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st: generating composite categorical variables

From   "Nick Cox" <>
To   <>
Subject   st: generating composite categorical variables
Date   Tue, 3 Jul 2007 21:29:38 +0100

In a couple of recent threads a rather poor method 
of creating composite categorical variables has been 
used. I want to discourage this method and suggest
much better ones. 

What do I mean by a composite categorical variable? 

If you have two or more categorical variables, 
you may want to create a single variable that 
takes on all the possible joint values. 

The canonical example for Stata users is 

. sysuse auto 

. groups foreign rep78

  |  foreign   rep78   Freq.   Percent |
  | Domestic       1       2      2.90 |
  | Domestic       2       8     11.59 |
  | Domestic       3      27     39.13 |
  | Domestic       4       9     13.04 |
  | Domestic       5       2      2.90 |
  |  Foreign       3       3      4.35 |
  |  Foreign       4       9     13.04 |
  |  Foreign       5       9     13.04 |

Here I throw in a gratuitous advertisement 
for -groups-, available from SSC. A 
fortuitous detail is that the default separation
for -groups- (which is just a wrapper for -list-)
is one separation line after 5, just right for
this example. 

-foreign- and -rep78- could be used jointly 
to define a composite variable, with values
"Domestic 1", "Domestic 2" and so forth. 

Or if you used the underlying values, not
the value labels, the values could be "0 1", 
"0 2", and so forth. ("Domestic" is the value
label for 0.)  

In this example I jumped
into expressing these joint values as strings. 

You should wonder whether that is inevitable, 
or possible and a good idea, or possible and 
a bad idea. Good question, and we'll get to 
it shortly. 

A bad method

The bad method is 

. tostring foreign rep78, generate(Foreign Rep78) 
. gen both = Foreign + Rep78 

Naturally, there are endless small variations
on this. A small but useful improvement is
to insert a space or other punctuation: 

. gen both = Foreign + " " + Rep78 

Calling this bad is a little stark. But it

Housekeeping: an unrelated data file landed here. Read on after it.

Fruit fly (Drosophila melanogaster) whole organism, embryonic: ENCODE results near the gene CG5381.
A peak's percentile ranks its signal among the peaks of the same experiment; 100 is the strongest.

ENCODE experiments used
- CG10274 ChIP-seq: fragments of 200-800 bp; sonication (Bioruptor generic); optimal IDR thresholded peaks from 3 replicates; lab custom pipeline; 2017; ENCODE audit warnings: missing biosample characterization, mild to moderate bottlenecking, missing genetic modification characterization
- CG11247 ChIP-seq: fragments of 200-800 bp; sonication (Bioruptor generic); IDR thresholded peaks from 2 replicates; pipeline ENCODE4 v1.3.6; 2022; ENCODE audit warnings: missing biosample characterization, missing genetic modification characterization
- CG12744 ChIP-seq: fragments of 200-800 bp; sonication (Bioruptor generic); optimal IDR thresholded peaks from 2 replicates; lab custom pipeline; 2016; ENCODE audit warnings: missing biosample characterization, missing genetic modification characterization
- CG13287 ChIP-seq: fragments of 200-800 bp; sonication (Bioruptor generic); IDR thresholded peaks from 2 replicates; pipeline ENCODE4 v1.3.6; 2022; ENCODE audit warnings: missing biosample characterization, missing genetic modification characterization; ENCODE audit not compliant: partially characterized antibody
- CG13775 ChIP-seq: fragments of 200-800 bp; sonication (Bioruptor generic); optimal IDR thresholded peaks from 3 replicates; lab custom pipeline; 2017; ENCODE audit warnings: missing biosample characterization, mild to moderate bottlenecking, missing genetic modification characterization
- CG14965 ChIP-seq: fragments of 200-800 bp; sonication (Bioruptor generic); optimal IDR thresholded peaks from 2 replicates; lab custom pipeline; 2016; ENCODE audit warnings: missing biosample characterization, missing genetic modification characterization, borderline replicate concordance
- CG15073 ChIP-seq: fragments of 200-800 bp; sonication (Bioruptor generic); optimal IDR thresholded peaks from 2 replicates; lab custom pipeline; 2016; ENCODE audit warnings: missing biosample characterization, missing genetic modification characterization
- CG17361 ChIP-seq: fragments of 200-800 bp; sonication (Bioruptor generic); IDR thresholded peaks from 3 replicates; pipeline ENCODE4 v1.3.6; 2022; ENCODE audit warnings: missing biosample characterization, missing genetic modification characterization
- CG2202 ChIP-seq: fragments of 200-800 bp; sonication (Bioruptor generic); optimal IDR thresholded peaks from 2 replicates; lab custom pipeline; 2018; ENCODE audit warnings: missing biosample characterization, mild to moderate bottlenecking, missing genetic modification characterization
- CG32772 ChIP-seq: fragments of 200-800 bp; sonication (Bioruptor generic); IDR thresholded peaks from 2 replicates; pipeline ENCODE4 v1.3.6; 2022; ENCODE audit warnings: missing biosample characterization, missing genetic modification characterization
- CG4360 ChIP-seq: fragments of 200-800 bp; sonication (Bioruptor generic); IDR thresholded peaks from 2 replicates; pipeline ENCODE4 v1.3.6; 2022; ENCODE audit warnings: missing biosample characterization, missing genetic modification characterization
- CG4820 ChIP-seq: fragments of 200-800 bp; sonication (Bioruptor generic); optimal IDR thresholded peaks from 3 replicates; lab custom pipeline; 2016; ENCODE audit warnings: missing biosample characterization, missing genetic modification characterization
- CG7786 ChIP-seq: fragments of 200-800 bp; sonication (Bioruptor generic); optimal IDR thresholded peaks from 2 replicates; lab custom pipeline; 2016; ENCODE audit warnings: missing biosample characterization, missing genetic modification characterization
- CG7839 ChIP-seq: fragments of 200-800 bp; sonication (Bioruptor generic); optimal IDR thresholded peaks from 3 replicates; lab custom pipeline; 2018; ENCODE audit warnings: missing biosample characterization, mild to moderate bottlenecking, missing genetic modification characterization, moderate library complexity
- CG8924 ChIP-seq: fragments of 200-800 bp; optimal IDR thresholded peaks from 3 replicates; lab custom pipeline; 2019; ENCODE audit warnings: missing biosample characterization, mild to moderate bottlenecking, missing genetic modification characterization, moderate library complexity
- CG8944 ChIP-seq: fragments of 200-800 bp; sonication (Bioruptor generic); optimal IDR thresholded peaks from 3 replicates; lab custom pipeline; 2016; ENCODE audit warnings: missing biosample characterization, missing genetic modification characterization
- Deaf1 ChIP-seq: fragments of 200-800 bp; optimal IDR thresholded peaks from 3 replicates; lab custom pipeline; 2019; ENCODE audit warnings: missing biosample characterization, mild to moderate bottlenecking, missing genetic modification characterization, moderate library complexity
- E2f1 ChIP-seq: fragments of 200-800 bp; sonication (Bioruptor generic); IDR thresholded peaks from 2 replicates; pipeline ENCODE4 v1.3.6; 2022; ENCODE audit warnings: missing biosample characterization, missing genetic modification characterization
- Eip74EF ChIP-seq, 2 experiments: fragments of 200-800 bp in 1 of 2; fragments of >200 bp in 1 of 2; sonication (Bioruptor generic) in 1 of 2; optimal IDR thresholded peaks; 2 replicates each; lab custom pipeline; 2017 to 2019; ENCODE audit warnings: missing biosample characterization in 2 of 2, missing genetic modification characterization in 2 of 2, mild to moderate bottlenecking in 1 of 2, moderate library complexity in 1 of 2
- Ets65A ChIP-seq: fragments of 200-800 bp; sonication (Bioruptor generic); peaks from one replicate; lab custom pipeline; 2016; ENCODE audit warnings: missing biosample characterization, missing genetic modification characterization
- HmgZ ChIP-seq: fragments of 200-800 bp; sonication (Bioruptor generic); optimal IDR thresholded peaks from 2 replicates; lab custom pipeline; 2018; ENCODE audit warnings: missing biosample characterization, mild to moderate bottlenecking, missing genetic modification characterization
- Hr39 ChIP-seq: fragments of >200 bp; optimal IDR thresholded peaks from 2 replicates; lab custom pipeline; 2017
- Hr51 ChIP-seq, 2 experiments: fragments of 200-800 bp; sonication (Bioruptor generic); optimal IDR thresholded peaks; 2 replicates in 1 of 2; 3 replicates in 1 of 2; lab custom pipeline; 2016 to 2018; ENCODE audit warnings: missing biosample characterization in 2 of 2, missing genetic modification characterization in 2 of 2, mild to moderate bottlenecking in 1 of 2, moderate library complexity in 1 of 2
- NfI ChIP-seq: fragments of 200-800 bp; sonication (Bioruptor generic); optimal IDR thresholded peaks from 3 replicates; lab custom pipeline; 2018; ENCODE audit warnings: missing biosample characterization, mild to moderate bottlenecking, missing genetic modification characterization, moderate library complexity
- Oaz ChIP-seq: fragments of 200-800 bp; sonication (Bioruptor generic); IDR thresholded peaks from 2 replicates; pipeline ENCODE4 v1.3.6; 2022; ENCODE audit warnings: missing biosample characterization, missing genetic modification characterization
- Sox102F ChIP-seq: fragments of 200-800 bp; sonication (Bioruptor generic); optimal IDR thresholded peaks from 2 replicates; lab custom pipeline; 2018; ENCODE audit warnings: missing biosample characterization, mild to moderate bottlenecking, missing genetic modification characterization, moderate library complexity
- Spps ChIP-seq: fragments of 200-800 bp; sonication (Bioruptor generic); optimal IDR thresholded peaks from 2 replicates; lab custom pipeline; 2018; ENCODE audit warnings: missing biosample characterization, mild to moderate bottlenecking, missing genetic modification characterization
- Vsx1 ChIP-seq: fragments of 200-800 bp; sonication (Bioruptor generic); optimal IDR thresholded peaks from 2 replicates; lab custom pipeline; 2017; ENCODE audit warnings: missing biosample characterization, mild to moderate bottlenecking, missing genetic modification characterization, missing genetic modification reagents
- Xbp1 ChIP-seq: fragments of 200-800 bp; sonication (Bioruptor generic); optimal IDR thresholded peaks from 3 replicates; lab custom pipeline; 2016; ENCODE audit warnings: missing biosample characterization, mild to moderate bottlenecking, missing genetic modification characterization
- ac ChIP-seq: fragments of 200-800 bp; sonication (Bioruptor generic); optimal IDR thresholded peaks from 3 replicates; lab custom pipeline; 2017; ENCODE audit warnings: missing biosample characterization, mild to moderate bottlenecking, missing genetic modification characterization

is not especially good. 

-tostring- is really for correcting mistakes, 
usually attributable to you or to Microsoft or 
to misguided collaborators. 

Some variable that should be string is in fact numeric. 
You need to correct that mistake. -tostring- is 
a safe way of doing that. 

That intended purpose does not stop it being useful for things
for which it was not intended. Only the other day
I opened a big box from StataCorp with my keys because
I had left my Swiss Army knife at home. The keys were
not intended to rip through strong tape, but they worked
fine. In this case, however, the analogue for
the Swiss Army knife is just as near as -tostring-. 

Beyond that question of style or taste, there are 
two specific disadvantages to this method: 

1. This method needs two lines, and you can do it in one. 
That is a little deal. 

2. This could lose information, especially for variables
with value labels, or with non-integer values. That is, 
potentially, a big deal. 

#2 may suggest using -decode- instead, but my suggestions differ. 

A better method: egen, group()

My favourite method is this:

. egen both = group(foreign rep78), label 

If you tried it, you would find a new numeric variable,
with integer values 1 up, and value labels defined 
and attached. 

Note particularly the -label- option, which many people
forget (or perhaps never knew about). 

This has at least five advantages, and no disadvantages that 
I can think of. 

1. One line. 

2. No loss of information. Observations that are 
identical on the arguments are identical on the results. 
Value labels are used, not ignored. 

3. The label is useful -- indeed essential -- for tables
and graphs to make sense. 

4. Efficient storage. 

5. Extends readily to three or more variables. 

Another better method: egen, concat()

. egen both = concat(foreign rep78), decode p(" ") 

This creates a string variable, so is less efficient 
for data storage. Compared with -tostring-, the 
advantages are 

1. One line. 

2. You can mix numeric and string arguments. -concat()-
will figure out what is needed. 

3. You can use the -decode- option to get value labels
shown on the fly. 

4. You can specify punctuation as separator, here 
a single blank. 

5. Extends to three or more variables. 

A general comment

On the whole, an integer-valued numeric variable with 
value labels defined and attached is the best arrangement
for any categorical variable. 

A personal comment

I was the original author of -tostring- and -egen, concat()-, 
but -egen, group()- is still the best solution for this problem. 


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